About UNEP UNEP Offices News Centre Publications Events Awards Milestones UNEP Store
GEO-3: GLOBAL ENVIRONMENT OUTLOOK  
UNEP Website GEO Home Page

Coastal and marine areas: the Polar Regions

THE ARCTIC

The global ocean circulation

When warm, salty North Atlantic water reaches the cold Arctic, it becomes denser as it cools, and therefore sinks to deeper layers of the ocean. This process of forming deep water is slow but takes place over a huge area. Every winter, several million cubic kilometres of water sink to deeper layers, which move water slowly south along the bottom of the Atlantic Ocean

Source: AMAP 1997

The Arctic marine environment covers approximately 20 million km2 and includes the Arctic Ocean and several adjacent water bodies. Nearly half of the ocean floor is continental shelf, the highest percentage among all oceans. Movements of Arctic waters play a significant role in the global ocean regime (AMAP 1997), and in regulating the global climate (see figure).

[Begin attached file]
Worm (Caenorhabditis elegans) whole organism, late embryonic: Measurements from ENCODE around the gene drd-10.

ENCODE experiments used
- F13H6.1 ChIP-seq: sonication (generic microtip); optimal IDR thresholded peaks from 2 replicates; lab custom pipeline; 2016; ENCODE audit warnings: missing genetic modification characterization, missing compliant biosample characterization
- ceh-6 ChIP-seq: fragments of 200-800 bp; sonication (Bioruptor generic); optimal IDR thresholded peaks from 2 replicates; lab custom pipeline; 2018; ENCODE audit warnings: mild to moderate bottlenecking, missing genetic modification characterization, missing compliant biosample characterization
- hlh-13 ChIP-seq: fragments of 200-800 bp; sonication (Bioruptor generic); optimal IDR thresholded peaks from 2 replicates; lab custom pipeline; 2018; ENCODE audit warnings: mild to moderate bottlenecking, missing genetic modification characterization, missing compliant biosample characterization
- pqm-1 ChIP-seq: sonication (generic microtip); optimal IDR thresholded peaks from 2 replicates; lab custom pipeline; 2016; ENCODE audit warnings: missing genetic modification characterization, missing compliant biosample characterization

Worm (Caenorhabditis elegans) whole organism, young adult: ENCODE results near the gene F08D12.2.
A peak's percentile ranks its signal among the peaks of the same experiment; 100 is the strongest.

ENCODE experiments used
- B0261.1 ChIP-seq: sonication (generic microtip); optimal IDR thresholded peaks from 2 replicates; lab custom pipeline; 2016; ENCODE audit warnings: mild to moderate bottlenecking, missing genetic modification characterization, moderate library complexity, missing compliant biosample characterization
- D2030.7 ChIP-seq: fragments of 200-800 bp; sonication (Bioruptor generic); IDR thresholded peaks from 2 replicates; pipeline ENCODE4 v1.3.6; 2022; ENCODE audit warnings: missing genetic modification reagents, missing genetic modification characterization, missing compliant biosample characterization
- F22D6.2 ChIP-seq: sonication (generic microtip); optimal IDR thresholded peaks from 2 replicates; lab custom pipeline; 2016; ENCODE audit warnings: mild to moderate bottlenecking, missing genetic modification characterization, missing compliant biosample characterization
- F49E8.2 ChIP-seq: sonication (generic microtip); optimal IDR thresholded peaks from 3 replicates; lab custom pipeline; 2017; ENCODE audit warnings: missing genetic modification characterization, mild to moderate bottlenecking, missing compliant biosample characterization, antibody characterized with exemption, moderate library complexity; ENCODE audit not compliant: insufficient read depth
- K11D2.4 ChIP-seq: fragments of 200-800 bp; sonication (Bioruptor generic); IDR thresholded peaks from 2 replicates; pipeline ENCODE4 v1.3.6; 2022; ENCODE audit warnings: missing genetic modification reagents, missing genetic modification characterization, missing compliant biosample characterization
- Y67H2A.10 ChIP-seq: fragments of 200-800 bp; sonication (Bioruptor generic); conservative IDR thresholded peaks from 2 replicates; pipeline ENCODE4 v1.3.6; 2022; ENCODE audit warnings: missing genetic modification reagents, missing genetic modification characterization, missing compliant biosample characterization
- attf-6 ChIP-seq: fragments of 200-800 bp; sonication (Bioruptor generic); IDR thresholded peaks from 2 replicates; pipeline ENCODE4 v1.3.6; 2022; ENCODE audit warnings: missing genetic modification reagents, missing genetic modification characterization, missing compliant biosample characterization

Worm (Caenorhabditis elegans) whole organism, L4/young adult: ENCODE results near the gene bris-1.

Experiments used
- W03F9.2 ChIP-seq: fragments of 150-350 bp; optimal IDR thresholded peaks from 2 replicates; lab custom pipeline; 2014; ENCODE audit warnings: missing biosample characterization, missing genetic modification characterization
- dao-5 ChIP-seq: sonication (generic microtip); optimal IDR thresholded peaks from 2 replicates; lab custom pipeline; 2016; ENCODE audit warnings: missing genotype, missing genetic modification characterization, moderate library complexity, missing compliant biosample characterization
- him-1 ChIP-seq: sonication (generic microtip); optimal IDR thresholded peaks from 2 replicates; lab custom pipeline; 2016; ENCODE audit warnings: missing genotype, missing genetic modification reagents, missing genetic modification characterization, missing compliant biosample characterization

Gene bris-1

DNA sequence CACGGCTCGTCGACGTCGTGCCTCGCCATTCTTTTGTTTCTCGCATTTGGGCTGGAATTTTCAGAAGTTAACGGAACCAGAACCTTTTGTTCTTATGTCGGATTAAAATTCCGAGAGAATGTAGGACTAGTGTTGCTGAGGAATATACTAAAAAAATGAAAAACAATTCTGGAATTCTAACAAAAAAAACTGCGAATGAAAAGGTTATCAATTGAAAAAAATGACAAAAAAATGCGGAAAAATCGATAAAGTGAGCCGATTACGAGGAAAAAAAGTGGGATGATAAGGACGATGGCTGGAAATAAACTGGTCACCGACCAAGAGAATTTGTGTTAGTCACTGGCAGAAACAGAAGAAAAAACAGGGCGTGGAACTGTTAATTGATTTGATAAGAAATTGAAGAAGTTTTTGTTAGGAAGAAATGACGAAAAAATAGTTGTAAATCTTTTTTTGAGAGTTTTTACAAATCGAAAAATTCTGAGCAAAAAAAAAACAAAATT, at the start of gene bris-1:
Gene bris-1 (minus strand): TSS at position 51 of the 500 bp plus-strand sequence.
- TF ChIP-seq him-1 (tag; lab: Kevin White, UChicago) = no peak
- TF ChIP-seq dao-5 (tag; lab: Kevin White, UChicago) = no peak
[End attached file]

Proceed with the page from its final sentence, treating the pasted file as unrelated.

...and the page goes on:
The Arctic marine environment is rich in fish biodiversity and abundance. The commercial fisheries of the Barents and the Bering systems are among the most productive in the world (Kelleher, Bleakly and Wells 1995), with the Bering Sea accounting for 2-5 per cent of the world's fisheries catches (CAFF 2001, Bernes 1996). Resident and migratory marine mammals include whales, seals and sea lions. The polar bear is also often classified as a marine mammal because it frequents sea ice in search of prey. Many of the indigenous communities of the Arctic have traditionally depended on these marine resources for their livelihood. Other natural resources include vast oil and gas reserves along the continental shelves as well as important mineral deposits. However, there are growing concerns about the negative impacts of development activities on the ecology of the Arctic especially in ice-prone areas and critical habitats.